Smyth, Gemma (2014) An insight into the ‘old boy’s network’ – A case study on the perceptions of male leaders in Ireland with respect to the underrepresentation of women in Ireland’s boardrooms. Masters thesis, Dublin, National College of Ireland.
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Women are underrepresented in boardrooms around the globe but with high levels of participation in the labour market and astounding accomplishments in the education system, it is even more extraordinary how women are not gaining seats in boardrooms in Ireland. There are multiple stakeholders that influence board composition that are held accountable for women’s leadership experiences and this study provided an insight into the very positions of power that are argued responsible for women’s career paths.
This study found that what male leaders in Ireland knew about gender board diversity was diminutive and their reasons on women not progressing to top positions at a comparable rate to their male counterparts were mainly focused on traditional gender roles in Ireland and women’s pivotal role in family planning. As men hold most seats in the boardroom in Ireland today, it is imperative they understand the benefits of gender balance in the boardroom and how gender diversity can lead their organisations to future success.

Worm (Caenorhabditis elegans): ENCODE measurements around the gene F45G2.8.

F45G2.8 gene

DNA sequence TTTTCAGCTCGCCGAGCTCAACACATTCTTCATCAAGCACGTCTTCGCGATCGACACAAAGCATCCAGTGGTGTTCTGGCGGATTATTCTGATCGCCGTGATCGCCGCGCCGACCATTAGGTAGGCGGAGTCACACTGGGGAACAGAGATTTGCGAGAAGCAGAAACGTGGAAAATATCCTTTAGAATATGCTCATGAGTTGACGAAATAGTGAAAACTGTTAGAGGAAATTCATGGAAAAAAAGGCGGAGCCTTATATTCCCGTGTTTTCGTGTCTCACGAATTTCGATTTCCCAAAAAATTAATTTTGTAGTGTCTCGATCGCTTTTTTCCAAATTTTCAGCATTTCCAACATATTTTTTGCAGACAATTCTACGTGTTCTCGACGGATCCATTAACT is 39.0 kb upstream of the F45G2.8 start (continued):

While most literature in this area is based around the ‘glass-ceiling’ women face in organisations and on why women fail to be offered promotions, the purpose of this case study was to bridge the gap in literature on men’s perceptions on the topic and to ascertain male leader’s thoughts on women as capable leaders, who should be responsible for achieving better balance in boards and why gender matters in the boardroom.
The researcher conducted a multiple-case study of semi-structured interviews with male leaders that were on the board of their organisation in Ireland to gain an insight into their perceptions on the underrepresentation of females on boards in Ireland. The overall findings conveyed ‘men hiring men’ continues in organisations and most male leaders still hold conventional stereotypical ideals that all managerial positions are ‘male’ and women need stereotypical male attributes to get to the top.
While the male leaders in this work all felt women were extremely capable leaders and understood a balanced board enables every organisation to arrive at better solutions, most male leaders were against gender quotas and believed overall the responsibility was with women to change statistics on the representation of women in boards. All male leaders claimed flexible work patterns for men and women would strengthen women’s position in organisations while simultaneously strengthening male’s position in the home. However, it was felt that government intervention was required in Ireland to implement such change.
|Item Type:||Thesis (Masters)|
|Subjects:||H Social Sciences > HM Sociology > Leadership
H Social Sciences > HD Industries. Land use. Labor > HD28 Management. Industrial Management > Human Resource Management > Leadership
H Social Sciences > HD Industries. Land use. Labor > Issues of Labour and Work > Classes of Labour > Women and Work
|Divisions:||School of Business > Master of Arts in Human Resource Management|
|Depositing User:||Claire Wallnutt|
|Date Deposited:||15 Nov 2014 10:55|
|Last Modified:||15 Nov 2014 10:55|
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